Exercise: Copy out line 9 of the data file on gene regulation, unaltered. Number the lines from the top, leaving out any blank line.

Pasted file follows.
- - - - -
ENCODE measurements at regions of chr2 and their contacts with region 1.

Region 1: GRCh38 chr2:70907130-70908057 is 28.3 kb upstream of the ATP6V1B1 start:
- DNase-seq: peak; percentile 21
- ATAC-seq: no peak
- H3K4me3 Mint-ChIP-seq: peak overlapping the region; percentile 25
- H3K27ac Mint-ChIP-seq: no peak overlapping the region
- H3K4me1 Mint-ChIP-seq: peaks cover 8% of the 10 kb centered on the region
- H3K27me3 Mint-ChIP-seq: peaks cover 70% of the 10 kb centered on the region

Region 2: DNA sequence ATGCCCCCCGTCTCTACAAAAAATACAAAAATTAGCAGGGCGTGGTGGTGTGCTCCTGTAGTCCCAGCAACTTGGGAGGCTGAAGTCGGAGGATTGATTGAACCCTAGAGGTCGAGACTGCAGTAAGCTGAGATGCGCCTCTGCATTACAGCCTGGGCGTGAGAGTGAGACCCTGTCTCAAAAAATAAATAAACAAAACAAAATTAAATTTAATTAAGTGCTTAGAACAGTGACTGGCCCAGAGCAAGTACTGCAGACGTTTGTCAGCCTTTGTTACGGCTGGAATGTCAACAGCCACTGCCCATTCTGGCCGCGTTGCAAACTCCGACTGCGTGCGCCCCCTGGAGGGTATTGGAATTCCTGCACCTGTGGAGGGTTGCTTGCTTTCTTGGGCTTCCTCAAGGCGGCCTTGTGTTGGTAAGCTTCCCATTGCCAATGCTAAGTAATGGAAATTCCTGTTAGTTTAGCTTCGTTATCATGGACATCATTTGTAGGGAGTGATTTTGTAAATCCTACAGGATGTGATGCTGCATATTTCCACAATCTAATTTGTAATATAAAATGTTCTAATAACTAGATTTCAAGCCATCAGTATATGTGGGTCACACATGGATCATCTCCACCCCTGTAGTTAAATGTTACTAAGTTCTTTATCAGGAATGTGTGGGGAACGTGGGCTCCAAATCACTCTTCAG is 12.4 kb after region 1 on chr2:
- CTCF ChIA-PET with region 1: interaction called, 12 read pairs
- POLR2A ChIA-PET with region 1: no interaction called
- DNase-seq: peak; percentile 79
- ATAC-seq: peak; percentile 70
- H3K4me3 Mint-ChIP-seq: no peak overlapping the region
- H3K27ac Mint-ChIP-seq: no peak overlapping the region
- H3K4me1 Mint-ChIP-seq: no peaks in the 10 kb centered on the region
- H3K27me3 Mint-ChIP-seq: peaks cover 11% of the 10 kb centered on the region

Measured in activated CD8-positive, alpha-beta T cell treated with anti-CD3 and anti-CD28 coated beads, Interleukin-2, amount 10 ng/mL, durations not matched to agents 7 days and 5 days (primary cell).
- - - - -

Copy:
Region 2: DNA sequence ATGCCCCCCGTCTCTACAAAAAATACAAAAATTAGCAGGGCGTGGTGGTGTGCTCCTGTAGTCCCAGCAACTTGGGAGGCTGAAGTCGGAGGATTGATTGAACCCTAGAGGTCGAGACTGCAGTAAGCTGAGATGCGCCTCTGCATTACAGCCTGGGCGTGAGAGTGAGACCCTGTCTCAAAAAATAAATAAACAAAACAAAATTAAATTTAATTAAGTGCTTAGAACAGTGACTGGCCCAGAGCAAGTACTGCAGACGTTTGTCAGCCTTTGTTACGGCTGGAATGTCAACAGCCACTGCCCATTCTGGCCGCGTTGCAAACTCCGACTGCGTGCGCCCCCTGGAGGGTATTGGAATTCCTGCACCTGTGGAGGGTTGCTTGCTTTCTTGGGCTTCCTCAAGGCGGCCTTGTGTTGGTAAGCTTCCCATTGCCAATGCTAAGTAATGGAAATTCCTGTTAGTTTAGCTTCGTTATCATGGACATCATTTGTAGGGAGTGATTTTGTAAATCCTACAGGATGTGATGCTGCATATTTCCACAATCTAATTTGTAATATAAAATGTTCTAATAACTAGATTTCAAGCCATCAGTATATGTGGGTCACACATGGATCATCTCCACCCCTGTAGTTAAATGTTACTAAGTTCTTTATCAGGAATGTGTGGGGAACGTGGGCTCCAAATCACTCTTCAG is 12.4 kb after region 1 on chr2: